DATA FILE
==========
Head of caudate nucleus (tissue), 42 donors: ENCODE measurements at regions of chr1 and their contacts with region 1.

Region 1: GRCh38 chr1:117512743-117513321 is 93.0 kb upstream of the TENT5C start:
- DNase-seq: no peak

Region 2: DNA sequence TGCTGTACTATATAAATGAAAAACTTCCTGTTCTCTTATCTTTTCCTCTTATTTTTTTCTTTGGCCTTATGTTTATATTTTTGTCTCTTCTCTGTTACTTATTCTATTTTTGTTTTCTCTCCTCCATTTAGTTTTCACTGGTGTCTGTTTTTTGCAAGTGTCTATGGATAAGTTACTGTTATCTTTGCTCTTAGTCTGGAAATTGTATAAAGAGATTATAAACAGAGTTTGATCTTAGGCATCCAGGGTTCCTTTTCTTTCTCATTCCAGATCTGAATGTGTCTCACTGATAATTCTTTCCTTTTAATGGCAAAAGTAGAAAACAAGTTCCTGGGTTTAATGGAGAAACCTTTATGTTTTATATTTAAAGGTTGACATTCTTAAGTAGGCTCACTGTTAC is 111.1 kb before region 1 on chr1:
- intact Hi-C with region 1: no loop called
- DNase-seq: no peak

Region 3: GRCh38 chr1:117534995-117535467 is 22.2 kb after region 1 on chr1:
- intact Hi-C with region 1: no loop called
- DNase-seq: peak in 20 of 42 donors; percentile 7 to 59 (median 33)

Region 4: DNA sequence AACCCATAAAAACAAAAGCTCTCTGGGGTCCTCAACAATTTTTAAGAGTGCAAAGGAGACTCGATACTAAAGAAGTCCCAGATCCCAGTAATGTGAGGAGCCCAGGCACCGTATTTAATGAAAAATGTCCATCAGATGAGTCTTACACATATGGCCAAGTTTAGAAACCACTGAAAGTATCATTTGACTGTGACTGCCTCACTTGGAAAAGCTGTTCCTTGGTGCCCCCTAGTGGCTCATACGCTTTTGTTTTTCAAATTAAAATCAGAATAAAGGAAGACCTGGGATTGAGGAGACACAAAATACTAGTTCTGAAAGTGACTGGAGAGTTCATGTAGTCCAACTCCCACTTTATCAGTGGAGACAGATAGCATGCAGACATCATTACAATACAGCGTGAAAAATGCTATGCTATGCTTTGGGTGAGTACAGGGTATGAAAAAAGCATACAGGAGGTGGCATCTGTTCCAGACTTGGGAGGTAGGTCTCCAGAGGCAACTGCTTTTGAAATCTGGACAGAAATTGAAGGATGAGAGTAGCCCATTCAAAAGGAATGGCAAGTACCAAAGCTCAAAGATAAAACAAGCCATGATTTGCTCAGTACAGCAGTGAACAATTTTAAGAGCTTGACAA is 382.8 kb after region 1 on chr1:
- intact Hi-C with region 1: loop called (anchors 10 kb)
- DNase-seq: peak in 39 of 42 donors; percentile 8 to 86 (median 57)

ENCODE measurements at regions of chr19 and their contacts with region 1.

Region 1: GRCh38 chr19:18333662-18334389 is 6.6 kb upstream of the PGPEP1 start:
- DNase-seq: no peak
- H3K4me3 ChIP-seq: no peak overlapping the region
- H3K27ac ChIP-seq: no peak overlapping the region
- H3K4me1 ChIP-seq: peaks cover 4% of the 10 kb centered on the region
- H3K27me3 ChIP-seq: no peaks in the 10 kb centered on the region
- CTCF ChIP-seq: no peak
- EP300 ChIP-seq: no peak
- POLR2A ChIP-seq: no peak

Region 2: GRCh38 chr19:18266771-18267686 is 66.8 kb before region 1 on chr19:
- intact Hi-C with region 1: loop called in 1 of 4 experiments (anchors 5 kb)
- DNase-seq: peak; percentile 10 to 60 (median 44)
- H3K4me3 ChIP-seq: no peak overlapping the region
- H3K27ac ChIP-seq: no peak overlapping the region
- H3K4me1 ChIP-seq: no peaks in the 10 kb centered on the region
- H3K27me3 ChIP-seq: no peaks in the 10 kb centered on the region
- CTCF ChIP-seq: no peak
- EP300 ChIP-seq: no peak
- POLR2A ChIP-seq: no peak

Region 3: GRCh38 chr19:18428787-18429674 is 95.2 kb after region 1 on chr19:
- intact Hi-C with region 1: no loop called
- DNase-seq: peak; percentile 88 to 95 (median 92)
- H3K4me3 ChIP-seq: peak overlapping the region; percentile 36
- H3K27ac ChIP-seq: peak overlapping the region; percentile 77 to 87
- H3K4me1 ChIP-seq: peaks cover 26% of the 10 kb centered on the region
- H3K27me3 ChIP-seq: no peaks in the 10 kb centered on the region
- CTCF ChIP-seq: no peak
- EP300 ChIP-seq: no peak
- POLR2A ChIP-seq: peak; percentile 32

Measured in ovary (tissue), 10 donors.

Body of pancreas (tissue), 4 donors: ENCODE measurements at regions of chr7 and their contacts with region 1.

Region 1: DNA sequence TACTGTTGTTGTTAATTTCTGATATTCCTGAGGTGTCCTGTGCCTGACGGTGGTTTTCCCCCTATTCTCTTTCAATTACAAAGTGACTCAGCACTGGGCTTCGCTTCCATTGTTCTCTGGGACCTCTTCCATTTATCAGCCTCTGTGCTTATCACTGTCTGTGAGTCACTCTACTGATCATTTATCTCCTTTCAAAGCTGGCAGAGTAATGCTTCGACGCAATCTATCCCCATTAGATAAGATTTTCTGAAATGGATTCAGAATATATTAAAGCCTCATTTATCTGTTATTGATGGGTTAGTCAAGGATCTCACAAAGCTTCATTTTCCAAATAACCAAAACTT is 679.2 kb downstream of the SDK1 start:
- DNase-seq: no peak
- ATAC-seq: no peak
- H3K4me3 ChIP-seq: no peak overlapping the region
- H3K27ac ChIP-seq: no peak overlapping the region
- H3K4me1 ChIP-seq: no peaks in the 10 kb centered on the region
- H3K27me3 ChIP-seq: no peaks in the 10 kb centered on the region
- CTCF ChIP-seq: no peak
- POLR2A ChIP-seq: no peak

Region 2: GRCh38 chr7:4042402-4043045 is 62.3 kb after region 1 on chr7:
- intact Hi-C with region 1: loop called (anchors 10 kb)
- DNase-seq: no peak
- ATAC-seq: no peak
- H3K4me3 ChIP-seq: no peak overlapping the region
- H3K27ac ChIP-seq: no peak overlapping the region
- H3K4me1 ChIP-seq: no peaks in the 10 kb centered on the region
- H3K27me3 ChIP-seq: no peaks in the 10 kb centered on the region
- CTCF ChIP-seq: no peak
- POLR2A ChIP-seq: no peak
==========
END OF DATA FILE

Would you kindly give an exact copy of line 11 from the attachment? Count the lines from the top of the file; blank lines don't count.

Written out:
- intact Hi-C with region 1: loop called (anchors 10 kb)